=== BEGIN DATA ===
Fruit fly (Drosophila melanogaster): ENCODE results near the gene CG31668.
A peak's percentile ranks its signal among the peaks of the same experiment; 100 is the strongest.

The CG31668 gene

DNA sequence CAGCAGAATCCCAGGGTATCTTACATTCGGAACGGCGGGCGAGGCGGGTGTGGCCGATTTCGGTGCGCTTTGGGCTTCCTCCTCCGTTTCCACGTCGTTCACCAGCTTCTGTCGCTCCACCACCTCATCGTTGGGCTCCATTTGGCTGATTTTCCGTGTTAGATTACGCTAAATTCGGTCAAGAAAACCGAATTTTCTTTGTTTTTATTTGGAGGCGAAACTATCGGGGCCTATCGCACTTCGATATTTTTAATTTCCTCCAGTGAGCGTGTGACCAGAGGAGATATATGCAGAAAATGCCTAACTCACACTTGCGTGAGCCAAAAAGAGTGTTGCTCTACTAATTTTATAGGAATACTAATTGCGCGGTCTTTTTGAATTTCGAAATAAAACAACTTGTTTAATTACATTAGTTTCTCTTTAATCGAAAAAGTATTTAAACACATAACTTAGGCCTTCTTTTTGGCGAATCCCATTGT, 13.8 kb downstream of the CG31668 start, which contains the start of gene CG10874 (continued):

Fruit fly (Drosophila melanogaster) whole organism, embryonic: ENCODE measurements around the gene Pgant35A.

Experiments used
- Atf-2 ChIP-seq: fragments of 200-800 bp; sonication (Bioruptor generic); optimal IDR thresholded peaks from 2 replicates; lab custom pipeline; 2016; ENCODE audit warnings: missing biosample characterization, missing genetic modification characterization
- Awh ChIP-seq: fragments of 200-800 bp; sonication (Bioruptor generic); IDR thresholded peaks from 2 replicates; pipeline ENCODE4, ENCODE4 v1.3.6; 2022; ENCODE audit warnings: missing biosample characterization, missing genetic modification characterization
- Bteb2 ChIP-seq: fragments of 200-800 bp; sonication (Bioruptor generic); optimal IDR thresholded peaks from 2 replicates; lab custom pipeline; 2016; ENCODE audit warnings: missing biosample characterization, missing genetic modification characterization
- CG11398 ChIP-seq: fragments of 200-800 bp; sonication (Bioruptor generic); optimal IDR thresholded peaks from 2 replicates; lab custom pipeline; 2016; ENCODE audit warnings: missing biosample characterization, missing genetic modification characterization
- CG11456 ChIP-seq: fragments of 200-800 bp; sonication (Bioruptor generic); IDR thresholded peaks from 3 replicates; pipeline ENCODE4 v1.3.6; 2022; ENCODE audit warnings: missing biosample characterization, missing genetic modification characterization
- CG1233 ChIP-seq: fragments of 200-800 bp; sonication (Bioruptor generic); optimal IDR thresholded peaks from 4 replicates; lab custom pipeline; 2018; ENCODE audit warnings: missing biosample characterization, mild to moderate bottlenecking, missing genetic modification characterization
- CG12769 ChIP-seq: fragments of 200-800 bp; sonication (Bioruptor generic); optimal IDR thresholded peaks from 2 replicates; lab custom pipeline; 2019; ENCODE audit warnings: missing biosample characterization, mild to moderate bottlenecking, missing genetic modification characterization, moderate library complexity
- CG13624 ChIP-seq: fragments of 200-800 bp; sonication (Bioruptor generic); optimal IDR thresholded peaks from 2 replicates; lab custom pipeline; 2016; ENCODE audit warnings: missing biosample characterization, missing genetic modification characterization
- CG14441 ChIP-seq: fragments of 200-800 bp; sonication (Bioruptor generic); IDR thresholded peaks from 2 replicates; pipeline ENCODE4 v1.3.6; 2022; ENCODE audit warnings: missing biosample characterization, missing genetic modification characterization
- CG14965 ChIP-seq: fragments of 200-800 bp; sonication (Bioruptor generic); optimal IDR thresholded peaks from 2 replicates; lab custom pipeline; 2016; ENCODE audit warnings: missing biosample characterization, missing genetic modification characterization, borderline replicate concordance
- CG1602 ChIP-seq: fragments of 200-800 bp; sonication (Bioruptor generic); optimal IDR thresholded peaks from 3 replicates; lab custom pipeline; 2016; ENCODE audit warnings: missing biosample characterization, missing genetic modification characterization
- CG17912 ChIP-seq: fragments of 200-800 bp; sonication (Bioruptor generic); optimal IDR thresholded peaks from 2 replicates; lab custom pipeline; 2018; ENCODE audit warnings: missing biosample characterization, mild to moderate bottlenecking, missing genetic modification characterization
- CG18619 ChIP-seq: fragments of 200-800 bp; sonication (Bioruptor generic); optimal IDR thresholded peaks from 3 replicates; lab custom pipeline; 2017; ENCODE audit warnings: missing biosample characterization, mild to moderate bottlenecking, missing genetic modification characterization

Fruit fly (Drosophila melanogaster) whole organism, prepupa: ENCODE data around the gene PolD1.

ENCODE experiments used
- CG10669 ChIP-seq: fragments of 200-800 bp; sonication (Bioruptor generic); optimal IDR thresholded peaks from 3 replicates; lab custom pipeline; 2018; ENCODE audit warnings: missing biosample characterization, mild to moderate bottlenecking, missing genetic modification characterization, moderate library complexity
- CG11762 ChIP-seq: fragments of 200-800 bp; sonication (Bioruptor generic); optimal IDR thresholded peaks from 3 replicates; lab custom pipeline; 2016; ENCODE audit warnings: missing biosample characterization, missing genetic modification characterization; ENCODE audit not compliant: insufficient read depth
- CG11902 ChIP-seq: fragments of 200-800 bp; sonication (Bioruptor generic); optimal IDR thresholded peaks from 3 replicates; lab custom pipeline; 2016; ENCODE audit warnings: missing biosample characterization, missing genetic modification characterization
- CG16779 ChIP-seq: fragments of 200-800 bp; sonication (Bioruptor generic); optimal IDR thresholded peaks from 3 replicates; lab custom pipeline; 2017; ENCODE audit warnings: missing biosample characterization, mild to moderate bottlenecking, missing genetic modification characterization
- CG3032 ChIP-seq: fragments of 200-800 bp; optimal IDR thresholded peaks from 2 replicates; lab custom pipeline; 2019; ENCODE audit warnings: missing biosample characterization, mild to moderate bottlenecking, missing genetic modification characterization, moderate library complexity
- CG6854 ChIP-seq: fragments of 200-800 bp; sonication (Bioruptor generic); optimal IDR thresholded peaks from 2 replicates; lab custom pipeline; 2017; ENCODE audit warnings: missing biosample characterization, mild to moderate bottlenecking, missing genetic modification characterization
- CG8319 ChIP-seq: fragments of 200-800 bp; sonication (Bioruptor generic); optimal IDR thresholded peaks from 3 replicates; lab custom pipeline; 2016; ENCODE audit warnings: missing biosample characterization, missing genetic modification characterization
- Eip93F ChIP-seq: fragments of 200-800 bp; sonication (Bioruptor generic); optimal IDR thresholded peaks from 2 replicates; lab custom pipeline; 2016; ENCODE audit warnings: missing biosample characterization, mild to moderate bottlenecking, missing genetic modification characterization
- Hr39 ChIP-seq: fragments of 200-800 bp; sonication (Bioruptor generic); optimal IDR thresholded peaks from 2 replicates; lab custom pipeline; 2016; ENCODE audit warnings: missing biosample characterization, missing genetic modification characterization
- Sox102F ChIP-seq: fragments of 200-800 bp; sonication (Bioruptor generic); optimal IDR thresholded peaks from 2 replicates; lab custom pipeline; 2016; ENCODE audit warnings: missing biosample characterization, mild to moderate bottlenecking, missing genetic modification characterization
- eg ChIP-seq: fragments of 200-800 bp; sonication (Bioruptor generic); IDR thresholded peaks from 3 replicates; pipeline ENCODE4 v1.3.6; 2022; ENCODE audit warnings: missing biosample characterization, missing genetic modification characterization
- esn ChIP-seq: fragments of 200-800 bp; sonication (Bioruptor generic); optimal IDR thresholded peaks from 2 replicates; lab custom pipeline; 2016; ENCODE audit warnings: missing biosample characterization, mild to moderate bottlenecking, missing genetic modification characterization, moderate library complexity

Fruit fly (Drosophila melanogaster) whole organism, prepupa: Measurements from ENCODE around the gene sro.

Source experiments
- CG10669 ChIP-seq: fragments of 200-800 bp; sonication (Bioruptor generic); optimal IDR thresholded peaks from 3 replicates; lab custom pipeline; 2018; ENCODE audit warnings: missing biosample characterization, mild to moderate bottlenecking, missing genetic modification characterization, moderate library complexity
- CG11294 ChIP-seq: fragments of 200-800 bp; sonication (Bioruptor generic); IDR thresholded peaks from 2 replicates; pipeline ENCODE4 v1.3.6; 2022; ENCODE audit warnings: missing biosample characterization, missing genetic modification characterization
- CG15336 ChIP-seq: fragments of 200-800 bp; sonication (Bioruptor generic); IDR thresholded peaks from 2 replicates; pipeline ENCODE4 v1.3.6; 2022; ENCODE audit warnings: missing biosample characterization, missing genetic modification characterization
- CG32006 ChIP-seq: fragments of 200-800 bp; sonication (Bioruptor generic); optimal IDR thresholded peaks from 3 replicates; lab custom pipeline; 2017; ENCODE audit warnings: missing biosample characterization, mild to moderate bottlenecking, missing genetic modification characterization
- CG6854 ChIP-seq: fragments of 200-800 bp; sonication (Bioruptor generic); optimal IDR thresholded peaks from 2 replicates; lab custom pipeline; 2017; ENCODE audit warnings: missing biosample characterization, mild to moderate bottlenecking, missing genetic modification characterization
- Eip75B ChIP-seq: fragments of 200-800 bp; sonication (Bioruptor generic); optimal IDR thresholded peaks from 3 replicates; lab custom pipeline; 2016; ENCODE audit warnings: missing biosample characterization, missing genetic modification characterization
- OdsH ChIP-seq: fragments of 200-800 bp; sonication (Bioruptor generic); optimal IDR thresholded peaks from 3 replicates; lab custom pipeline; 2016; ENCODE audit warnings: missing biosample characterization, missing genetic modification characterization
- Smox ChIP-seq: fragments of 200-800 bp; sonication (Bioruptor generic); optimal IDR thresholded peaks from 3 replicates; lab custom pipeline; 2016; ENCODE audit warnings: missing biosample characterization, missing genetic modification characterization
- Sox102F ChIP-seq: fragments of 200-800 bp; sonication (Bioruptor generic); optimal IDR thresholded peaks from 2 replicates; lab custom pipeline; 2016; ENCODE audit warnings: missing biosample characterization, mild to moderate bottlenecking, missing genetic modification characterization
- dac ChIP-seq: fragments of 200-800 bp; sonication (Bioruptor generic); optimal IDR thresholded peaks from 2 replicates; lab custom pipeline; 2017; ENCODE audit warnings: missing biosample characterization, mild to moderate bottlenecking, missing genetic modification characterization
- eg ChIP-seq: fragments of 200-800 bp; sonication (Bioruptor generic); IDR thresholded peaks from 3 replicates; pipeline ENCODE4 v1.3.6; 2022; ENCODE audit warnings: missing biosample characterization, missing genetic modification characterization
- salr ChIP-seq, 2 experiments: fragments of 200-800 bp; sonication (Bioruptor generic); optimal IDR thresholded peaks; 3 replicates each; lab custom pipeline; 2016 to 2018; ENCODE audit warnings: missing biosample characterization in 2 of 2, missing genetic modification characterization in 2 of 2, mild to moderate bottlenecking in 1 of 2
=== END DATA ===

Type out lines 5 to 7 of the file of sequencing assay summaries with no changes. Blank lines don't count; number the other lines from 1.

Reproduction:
Fruit fly (Drosophila melanogaster) whole organism, embryonic: ENCODE measurements around the gene Pgant35A.

Experiments used
- Atf-2 ChIP-seq: fragments of 200-800 bp; sonication (Bioruptor generic); optimal IDR thresholded peaks from 2 replicates; lab custom pipeline; 2016; ENCODE audit warnings: missing biosample characterization, missing genetic modification characterization